August 15, 2022 By Alejandra Molina
(RNS) — A new report based on interviews with some 300 Catholic priests, nuns and laypeople concludes that clergy aren’t adequately prepared to wield the power they exercise and need more education on questions of sex and gender.
The report, “Beyond Bad Apples: Understanding Clericalism as a Structural Problem & Cultivating Strategies for Change,” released Monday (Aug. 15), explores the links between clericalism — clergy’s focus on its authority — and clergy-perpetrated sexual abuse.
The study’s authors, Julie Hanlon Rubio and Paul J. Schutz, both professors at Santa Clara University, a Jesuit institution in Northern California, initially intended to survey 600 respondents, drawn proportionally from lay, religious (those who take vows but are not ordained to the priesthood) and priests, but were turned away by five of the six dioceses and diocesan seminaries they approached.
The authors admit that this “likely means that our respondents are biased towards agreement with our theory of clericalism” and that “our data leans in one direction.”
Nearly half (48.4%) of the 300 who participated were lay Catholics, 22% were nuns, 16% were priests and 6% were men in formation for the priesthood. More than two-thirds of their responses from priests came from those educated in Jesuit institutions.
The report was funded by a grant from Fordham University as part of a project dubbed, “Taking Responsibility: Jesuit Educational Institutions Confront the Causes and Legacy of Sexual Abuse.”
Rubio and Schutz wanted to move away from asking, “Is he a good priest or a bad priest?” and ask instead, “What are the underlying reasons that this priest is acting in this way?”
Existing studies, said the authors, “have focused on individuals who engage in abuse due to personal weakness, psychosexual vulnerabilities, the influence of broader historical movements, or poor theology and training.”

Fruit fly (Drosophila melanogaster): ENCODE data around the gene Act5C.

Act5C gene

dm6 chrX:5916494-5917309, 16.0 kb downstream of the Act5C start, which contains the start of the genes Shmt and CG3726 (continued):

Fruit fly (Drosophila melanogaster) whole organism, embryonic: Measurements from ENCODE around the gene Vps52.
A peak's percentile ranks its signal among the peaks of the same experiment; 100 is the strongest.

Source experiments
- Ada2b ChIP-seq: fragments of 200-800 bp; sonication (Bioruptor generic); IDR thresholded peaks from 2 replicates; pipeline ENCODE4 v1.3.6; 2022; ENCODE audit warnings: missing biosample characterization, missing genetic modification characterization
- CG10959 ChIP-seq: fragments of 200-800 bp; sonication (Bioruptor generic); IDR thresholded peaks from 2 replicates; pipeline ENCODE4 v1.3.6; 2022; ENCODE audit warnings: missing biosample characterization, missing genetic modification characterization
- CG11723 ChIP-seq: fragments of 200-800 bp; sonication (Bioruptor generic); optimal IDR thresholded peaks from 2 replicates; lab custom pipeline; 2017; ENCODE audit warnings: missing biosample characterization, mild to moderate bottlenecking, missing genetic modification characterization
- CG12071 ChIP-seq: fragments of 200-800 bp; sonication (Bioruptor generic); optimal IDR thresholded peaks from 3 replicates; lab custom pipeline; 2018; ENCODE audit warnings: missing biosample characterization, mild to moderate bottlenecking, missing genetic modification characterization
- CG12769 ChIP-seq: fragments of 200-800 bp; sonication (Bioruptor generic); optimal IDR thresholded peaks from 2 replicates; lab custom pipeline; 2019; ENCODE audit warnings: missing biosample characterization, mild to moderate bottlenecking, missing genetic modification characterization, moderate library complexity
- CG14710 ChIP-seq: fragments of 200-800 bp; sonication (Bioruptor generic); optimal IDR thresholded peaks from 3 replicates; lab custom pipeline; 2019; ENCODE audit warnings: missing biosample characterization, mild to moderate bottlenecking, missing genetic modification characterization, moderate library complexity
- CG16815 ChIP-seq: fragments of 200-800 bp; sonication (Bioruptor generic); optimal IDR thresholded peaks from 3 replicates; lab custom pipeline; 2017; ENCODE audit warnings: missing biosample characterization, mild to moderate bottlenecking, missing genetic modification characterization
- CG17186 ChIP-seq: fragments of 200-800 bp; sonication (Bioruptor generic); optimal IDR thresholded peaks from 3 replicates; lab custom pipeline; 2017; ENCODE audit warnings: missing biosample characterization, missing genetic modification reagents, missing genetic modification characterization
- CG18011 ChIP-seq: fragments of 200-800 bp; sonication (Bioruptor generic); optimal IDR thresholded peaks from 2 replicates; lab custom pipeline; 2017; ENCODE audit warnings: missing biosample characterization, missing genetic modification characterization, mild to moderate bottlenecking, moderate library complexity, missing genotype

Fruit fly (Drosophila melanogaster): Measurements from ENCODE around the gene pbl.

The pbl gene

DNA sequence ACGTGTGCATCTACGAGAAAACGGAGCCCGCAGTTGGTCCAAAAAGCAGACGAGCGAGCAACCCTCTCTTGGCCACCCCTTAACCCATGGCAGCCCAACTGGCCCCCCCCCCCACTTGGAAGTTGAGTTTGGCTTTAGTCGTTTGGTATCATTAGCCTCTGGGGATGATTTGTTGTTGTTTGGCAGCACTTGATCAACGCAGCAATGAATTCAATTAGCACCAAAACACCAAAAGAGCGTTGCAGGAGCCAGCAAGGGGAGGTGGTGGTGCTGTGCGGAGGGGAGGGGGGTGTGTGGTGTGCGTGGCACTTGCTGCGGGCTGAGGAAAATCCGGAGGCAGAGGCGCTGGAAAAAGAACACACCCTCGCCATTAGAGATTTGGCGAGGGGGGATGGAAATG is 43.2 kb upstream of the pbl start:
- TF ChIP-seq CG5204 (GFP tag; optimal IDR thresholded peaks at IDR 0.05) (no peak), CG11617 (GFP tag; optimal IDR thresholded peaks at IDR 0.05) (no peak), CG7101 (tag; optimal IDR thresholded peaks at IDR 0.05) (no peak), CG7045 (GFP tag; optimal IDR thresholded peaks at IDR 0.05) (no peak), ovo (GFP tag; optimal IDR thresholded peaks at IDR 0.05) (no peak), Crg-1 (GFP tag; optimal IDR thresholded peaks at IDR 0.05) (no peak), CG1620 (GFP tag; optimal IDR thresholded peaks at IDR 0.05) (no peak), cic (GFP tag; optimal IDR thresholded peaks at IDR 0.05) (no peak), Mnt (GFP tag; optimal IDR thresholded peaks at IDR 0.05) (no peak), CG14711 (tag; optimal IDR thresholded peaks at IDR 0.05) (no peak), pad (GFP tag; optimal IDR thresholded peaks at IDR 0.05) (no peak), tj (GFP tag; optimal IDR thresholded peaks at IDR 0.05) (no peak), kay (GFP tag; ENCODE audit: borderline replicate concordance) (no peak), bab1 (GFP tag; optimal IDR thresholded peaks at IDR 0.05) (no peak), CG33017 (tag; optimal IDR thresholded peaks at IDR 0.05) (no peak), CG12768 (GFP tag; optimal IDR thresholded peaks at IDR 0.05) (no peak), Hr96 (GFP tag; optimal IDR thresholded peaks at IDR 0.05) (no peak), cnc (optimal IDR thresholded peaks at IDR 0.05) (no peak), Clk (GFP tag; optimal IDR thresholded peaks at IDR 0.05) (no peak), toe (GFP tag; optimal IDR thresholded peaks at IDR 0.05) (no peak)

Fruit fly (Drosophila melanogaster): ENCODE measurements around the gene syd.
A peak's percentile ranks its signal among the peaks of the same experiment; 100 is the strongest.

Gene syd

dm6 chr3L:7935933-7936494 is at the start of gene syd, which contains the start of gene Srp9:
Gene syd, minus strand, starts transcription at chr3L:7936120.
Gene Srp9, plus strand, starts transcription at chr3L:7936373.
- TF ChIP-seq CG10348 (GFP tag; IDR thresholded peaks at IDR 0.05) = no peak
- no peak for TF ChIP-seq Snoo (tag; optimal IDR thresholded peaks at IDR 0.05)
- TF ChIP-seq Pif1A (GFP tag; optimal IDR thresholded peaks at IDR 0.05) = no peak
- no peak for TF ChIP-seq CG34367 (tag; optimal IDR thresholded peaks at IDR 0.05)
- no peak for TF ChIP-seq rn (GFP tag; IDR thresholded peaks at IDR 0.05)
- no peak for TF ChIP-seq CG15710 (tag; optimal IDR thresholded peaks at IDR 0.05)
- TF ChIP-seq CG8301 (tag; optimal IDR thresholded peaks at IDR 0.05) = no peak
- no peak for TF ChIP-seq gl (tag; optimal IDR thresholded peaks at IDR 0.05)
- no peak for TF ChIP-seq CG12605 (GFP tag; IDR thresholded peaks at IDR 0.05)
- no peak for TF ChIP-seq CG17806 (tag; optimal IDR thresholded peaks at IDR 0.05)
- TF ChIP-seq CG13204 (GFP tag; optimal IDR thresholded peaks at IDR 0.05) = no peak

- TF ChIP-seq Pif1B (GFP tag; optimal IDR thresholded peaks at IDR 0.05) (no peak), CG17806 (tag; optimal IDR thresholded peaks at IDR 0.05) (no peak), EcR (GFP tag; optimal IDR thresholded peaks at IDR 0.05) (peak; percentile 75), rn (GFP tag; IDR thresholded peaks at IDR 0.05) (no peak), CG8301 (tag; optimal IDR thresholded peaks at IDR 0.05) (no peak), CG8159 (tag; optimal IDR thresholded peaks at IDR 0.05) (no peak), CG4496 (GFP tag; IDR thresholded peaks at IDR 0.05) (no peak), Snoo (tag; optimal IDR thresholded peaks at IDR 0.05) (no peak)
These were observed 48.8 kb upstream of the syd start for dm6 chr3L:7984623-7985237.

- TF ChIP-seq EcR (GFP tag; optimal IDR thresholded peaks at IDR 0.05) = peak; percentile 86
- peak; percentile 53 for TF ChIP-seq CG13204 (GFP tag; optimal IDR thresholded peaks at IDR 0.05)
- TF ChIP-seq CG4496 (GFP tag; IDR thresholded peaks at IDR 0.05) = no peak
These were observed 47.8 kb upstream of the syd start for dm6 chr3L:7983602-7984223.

Schutz told Religion News Service that their aim was to understand how “structural clericalism operates in the church,” comparing clericalism to the way structural racism shapes the lives of people of color.
Rubio said, “When you blame ‘bad apples,’ then everybody else is sort of innocent, as long as we go after the bad apples. But when you say there’s a problem with the structure, that’s a much bigger problem, and we’re all implicated.”
The authors said their data shows that sex, gender and power are all components of structural clericalism, which in turn keeps priests above and apart from the rest of the church and potentially enables abuse.
“Beyond Bad Apples: Understanding Clericalism as a Structural Problem & Cultivating Strategies for Change” Courtesy image
Nearly half (49%) of priest respondents and 73% of those in formation said that they were told repression or sublimation were strategies for dealing with their sexuality (how one lives as a sexual person), according to the report. This number increases to 83% among non-Jesuit-educated priests.
The report also noted that 70% of those in formation and 51% of priests said it was difficult to talk about their sexuality. More than 75% of all respondents said the church would be a healthier institution if priests spoke openly about their own sexuality.
Half of priests and those in formation said their formation program gave them the tools they needed for living a celibate life without denying their sexuality. Of this 50%, all were Jesuit-educated; none were diocesan priests or students in diocesan seminaries.
Large majorities in the study rejected “simple correlations between homosexuality or celibacy and (clergy perpetrated sex abuse).” Only 11 respondents named homosexuality and only four named celibacy as a factor in clergy-perpetrated sex abuse, according to the report.
Among the survey’s participants, 40% of priests and men in formation for priesthood identified as homosexual or bisexual, the report found. Officially, the priesthood is limited to heterosexual men.